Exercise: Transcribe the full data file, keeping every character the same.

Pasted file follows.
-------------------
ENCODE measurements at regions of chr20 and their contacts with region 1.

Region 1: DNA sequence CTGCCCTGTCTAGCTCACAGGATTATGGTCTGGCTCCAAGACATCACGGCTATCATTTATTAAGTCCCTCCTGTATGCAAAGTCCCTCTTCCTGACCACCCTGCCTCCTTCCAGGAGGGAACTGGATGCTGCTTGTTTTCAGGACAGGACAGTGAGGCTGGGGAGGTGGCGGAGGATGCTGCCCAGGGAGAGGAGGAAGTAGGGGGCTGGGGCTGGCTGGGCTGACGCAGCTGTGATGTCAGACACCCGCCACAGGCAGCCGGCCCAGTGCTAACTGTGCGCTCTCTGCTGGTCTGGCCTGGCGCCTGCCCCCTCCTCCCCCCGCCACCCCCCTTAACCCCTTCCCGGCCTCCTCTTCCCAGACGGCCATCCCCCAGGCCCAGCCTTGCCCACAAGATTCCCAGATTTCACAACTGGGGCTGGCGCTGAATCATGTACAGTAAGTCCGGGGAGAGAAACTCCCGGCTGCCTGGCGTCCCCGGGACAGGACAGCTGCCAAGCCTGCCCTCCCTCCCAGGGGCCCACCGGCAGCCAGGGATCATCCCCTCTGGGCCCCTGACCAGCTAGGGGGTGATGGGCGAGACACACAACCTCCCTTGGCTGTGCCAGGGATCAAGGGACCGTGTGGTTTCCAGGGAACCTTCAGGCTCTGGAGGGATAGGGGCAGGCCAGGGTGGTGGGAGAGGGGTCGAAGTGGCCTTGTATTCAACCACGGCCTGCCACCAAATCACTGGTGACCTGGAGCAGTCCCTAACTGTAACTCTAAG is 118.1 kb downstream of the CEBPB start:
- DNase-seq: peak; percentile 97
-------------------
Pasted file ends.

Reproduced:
ENCODE measurements at regions of chr20 and their contacts with region 1.

Region 1: DNA sequence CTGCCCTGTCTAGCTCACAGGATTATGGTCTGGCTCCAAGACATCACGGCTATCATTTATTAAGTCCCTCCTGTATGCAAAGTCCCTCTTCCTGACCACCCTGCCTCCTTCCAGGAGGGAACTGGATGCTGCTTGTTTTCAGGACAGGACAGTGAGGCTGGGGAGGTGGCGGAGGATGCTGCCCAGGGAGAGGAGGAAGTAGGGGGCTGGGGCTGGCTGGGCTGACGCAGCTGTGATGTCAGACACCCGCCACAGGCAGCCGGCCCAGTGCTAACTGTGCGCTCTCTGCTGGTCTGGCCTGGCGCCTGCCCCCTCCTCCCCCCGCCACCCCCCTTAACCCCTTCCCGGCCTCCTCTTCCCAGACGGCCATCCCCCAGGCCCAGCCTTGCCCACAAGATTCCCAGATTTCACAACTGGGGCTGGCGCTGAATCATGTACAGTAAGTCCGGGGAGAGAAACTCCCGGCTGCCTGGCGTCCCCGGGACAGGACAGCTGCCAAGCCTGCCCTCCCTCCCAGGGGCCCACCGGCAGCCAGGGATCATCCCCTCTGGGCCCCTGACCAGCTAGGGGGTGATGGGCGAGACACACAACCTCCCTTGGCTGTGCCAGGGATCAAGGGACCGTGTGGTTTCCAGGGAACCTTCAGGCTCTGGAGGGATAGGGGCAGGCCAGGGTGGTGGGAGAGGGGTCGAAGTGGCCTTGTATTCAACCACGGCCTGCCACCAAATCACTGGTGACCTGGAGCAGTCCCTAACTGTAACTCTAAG is 118.1 kb downstream of the CEBPB start:
- DNase-seq: peak; percentile 97